The story behind why a place is abandoned. The unknown of what I’ll find upon investigation of the place. Getting that ONE shot that makes the entire shoot worth doing. Getting caught by either the angry owner/the police on a property for which I haven’t necessarily gotten permission to shoot. All things that are racing through my mind while on shoots.
Honestly that latter thought tends to occupy my mind a little more than I’d prefer… but that’s all part of the game. It makes getting that one beautiful shot all the more rewarding.
What kinds of themes do you like to explore with your work?
The major theme I like to explore is Life After Humans. The History channel did an entire series on what happens on a grander scale if people were to vanish tomorrow, and I like to channel that on a little bit more personal level with my work.
Any upcoming projects or shoots you’re working on?
I’m working on a project at the moment for a @pr0ject_uno story takeover on Instagram. They have been doing it with some amazing artists so far, and it’s an absolute honor that they thought of me for this. My theme is going to be rural abandonment. Make sure to keep an eye on their account and their story for the takeover!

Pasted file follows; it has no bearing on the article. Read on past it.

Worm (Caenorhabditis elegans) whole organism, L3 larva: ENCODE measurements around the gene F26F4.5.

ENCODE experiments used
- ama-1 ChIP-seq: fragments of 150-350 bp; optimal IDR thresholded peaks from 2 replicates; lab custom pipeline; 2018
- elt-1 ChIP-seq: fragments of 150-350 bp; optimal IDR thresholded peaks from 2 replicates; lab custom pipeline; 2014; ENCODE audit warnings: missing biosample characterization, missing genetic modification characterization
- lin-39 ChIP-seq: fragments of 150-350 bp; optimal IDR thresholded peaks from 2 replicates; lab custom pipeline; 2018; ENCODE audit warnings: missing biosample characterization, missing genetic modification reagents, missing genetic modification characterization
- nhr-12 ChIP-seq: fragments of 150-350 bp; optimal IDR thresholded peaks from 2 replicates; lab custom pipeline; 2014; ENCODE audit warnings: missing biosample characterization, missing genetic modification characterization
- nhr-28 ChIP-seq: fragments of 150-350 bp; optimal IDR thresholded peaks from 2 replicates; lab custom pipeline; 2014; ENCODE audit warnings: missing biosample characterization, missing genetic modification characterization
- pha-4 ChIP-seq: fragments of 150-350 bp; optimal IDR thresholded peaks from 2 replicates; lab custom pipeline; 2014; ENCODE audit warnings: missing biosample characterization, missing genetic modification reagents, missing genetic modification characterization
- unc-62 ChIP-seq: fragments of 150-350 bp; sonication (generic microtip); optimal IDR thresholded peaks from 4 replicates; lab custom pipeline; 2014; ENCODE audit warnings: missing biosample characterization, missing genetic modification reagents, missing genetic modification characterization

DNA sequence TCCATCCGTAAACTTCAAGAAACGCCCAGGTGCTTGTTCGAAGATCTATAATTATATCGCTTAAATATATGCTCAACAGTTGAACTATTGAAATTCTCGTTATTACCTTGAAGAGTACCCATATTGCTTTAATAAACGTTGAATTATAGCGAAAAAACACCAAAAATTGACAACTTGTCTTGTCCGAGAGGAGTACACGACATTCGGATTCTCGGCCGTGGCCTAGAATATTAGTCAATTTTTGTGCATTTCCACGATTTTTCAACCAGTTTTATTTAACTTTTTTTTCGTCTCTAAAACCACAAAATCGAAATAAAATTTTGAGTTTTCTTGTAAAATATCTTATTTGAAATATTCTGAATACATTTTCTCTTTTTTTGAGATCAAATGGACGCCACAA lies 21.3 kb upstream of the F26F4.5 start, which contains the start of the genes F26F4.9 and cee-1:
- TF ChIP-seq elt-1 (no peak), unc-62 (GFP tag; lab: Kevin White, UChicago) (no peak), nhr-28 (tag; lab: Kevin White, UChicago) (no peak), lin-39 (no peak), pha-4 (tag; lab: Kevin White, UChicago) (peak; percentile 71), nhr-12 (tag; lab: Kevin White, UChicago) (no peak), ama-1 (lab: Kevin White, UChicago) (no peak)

As for shoots… that’s the part that’s so cool about shooting abandonment the way I do. New shoots present themselves every time I go out and randomly drive around or explore a new spot. It could be tomorrow that I find the coolest house I’ve ever come across.
There’s an abandoned middle school I plan on hitting soon very close by… I just got a brand new Sigma 20mm Art lens, so that will be my saving grace inside that place.
I try to think of my photography as a daily practice. Even if I don’t make a photograph every day, I still do some action involved with the art.
One of those practices is to upload a photo (or two) to Flickr every weekday. Just one will do, although Flickr shows at least five of your recent uploads in the People section. One photo says, this is a thing I do every day.
To keep track of my daily Flickr photo, I have a bucket of photos to upload in Aperture (and eventually, a Lightroom catalog). Each morning, I select one of those pictures, and send it off to Flickr. After the upload, I pick an album, and then add it to a few relevant groups. If I missed any keywords, I’ll add those in Flickr, too.
After doing this for a few years, a few trends pop up.
For one, the best photos seem to get uploaded the soonest. Maybe I’m excited to share them, or maybe the photo follows a theme. Then, the not-so-good photos drop to bottom of the Flickr bucket. Maybe I’m less excited about sharing those. The system is self filtering: eventually, all those photos at the bottom of the bucket get purged.
Two, to keep it interesting for myself, sometimes I’ll assign theme days to my upload. Monday can be for film photos, Friday is for iPhone photos, etc.